BYU football notebook: Keeping Riley Nelson healthy and on the field a priority for coaches

Published: Tuesday, Aug. 28 2012 3:00 p.m. MDT

Riley Nelson passes the ball during Brigham Young University football practice in Provo, Thursday, Aug. 16, 2012. (Ravell Call, Deseret News) Riley Nelson passes the ball during Brigham Young University football practice in Provo, Thursday, Aug. 16, 2012. (Ravell Call, Deseret News)

PROVO — One of the concerns for BYU offensive coordinator Brandon Doman going into the season is the health of his quarterback, Riley Nelson.

And for good reason. Nelson played in just a few games in 2010 before suffering a season-ending shoulder injury. He also missed playing time late last season after sustaining rib and lung injuries.

"I worry about it a lot," Doman said.

The tenacious Nelson will even play when he's injured. On the first play of the Armed Forces Bowl against Tulsa last December, Nelson fractured a rib, but didn't tell anyone — including Doman.

"He was throwing balls in the dirt. I didn't know what was going on," Doman remembered. "I was on the (press box) phone and I was mad. He said, 'I'm good, coach. I'm going to snap out of it.' I was like, 'C'mon, man.' It's a matter of us being really smart and calculated about when we use him to run. Ideally, you'd like him to be running when plays break down and defenses are dropping eight guys into coverage and he goes and gets what he needs to get. But I don't want to take away his grit and tenacity, either. He's going to do that. He's had a great offseason and looks good physically. Hopefully he'll hold up."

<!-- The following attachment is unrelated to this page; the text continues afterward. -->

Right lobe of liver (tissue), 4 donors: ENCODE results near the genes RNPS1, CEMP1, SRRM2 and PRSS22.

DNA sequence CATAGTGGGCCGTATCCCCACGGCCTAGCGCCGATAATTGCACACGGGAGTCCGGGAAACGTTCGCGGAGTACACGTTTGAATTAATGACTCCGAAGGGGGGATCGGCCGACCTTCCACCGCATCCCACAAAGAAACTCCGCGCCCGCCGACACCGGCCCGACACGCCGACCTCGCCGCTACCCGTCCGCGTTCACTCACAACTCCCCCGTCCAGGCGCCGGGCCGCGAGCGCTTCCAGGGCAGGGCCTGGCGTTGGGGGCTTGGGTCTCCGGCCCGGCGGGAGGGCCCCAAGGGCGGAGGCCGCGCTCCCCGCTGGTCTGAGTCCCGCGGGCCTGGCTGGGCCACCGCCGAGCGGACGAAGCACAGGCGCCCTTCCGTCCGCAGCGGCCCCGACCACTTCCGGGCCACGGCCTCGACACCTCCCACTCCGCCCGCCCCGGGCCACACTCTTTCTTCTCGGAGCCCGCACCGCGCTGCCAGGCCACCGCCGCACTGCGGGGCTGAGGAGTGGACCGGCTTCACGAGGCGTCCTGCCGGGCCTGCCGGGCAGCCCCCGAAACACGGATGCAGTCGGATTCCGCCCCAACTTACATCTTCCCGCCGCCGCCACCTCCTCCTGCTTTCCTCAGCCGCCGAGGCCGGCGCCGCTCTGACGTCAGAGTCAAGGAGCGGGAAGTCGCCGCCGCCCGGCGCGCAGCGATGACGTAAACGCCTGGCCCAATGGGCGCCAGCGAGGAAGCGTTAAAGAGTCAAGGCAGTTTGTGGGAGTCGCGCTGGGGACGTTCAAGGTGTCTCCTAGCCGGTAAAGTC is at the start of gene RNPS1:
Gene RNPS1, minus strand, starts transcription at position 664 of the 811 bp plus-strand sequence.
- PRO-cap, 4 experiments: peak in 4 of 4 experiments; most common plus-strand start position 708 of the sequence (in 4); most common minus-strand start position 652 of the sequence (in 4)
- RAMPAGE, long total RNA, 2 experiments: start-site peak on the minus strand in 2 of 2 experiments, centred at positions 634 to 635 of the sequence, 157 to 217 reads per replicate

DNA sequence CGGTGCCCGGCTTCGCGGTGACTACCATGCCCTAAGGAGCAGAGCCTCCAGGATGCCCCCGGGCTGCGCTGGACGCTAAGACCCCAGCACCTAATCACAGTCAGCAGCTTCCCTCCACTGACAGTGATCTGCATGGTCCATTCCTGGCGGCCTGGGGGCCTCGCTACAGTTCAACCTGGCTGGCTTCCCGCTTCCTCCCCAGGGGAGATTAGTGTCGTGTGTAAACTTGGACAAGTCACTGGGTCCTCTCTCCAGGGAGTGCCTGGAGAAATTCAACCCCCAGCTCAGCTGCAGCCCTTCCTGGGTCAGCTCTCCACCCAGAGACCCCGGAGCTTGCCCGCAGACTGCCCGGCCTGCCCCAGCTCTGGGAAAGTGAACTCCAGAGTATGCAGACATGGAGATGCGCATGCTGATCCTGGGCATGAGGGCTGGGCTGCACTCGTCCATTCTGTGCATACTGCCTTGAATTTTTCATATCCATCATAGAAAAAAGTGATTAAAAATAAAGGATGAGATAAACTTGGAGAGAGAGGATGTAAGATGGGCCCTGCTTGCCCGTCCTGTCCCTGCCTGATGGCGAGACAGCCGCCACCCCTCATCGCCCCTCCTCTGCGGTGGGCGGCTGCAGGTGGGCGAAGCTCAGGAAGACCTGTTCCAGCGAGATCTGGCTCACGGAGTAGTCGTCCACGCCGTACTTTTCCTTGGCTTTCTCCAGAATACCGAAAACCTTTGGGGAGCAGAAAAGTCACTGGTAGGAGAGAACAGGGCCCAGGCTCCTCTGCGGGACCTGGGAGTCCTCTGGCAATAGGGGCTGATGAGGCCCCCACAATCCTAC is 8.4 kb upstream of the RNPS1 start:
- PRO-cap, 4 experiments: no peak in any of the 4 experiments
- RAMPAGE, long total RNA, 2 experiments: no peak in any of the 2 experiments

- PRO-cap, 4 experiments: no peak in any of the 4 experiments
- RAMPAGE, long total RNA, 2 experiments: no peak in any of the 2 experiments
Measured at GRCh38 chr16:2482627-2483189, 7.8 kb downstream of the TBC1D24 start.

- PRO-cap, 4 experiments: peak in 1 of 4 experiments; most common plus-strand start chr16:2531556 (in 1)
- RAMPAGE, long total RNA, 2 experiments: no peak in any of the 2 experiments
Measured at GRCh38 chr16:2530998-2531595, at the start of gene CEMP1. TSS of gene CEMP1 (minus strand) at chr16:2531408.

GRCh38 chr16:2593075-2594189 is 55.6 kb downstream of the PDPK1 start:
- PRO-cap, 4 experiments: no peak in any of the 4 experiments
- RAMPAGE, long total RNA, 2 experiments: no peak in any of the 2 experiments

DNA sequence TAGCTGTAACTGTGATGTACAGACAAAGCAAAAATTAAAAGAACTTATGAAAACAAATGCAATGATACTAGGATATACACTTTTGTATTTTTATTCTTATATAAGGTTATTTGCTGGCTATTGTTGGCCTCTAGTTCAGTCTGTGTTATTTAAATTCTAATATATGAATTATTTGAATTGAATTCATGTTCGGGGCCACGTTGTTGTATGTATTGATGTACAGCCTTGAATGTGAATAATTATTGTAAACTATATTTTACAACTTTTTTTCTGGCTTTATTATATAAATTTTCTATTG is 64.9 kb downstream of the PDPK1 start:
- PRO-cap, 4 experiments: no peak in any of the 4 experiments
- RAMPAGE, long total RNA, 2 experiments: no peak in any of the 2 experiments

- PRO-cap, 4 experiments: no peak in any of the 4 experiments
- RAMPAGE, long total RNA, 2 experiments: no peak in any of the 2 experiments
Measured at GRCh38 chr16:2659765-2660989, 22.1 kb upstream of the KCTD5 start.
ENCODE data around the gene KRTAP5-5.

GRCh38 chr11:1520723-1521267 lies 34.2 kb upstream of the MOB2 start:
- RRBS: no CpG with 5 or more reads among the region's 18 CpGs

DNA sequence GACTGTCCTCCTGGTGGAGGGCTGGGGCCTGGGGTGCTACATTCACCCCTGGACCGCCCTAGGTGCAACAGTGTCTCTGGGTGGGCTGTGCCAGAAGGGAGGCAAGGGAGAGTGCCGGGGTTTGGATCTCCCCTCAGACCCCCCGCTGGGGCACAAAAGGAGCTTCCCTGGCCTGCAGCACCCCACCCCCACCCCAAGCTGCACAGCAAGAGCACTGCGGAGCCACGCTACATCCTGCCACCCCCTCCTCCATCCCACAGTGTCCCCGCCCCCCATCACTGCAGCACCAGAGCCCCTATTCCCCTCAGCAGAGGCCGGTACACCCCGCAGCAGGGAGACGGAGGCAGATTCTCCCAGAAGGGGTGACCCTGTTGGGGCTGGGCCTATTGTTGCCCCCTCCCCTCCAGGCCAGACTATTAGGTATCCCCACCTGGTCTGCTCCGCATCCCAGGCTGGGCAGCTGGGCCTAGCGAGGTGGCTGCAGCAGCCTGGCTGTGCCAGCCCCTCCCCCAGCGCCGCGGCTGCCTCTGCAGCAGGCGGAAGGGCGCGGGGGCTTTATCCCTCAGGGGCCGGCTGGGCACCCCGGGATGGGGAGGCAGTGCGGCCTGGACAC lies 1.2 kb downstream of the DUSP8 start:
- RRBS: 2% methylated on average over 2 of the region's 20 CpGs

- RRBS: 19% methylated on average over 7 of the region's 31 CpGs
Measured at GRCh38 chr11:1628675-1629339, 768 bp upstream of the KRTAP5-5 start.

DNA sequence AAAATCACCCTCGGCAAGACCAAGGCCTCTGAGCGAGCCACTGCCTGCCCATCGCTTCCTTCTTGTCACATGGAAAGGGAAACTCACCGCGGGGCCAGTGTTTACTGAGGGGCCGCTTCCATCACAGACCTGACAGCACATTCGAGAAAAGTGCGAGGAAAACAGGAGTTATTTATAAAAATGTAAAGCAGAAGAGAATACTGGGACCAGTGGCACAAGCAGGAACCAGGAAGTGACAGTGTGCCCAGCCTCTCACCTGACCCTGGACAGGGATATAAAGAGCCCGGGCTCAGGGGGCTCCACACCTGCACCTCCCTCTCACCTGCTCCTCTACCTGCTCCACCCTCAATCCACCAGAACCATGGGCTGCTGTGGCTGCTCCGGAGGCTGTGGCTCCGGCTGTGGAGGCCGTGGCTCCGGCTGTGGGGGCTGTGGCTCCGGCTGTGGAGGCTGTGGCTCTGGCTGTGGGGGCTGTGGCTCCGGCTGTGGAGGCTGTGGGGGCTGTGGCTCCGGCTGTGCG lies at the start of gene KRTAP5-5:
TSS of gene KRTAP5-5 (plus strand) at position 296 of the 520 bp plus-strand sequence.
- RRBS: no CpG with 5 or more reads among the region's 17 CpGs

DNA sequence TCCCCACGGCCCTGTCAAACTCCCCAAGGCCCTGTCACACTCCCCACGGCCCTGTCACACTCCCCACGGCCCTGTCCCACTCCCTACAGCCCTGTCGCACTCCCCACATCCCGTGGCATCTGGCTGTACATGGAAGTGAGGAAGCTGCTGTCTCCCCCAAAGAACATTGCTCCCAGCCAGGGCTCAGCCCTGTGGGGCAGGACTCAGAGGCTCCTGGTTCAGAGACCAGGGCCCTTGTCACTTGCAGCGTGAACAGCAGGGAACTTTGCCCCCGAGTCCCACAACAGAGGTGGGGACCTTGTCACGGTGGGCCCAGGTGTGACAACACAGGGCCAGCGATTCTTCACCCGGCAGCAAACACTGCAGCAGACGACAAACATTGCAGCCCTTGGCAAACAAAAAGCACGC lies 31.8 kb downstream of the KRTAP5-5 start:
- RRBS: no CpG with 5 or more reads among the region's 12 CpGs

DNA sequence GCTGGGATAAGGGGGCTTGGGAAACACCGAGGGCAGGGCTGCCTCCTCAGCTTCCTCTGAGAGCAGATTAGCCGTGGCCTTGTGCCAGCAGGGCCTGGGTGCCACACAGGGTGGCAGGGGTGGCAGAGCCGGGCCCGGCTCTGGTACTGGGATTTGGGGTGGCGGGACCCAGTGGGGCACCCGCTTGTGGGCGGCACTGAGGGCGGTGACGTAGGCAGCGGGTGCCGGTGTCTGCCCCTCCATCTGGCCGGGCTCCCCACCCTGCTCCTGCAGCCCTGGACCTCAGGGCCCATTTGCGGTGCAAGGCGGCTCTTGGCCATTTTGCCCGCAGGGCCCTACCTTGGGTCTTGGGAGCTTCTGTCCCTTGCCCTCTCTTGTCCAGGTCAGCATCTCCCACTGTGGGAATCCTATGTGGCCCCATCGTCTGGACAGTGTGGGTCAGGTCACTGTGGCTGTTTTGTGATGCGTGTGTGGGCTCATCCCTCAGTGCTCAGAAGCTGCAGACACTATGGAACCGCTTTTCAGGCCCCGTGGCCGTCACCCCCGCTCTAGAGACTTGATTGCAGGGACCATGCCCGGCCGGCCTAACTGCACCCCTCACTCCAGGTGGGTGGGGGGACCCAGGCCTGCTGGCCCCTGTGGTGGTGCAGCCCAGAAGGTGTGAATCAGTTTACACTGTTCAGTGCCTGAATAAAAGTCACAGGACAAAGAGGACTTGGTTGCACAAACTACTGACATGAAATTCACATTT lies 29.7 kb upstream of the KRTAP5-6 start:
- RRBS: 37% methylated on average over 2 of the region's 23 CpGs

Nelson has worked hard to prepare himself for the physical toll that the season can take. On the other hand, he doesn't intend to change his playing style.

"I've learned a lot about my body, and how to train, how to eat and how to sleep and how to recover," Nelson said. "I'm taking care of that. A lot of people ask about playing and protecting myself. There's no way I'm going to change now. If I change now, it would be disastrous for me and the team. Once the lights come on and they kick the ball off, it's going to be the same old me. But I have taken extra measures to ensure that I am in the healthiest, most fit condition of my life going into the season. Hopefully that translates over to increased durability and increased health."

FAMILIAR FACE: WSU's outside receivers coach, Dennis Simmons, played linebacker at BYU from 1993-96. He later coached at BYU as a graduate assistant under LaVell Edwards.

"You kind of get an idea of their history because you were a part of it once before," Simmons told the Spokane Spokesman-Review about returning to Provo. "Other than that, it's (just) an opportunity to go out and play a game. The stands will be packed and the crowd will be loud. It makes for what you see on television as a kid watching college football."

SUCCESS IN OPENERS: BYU has won five straight season-openers, dating back to 2007. Washington State coach Mike Leach, meanwhile, is 9-1 as a head coach in openers, and his teams have won seven openers in a row.

email: jeffc@desnews.com

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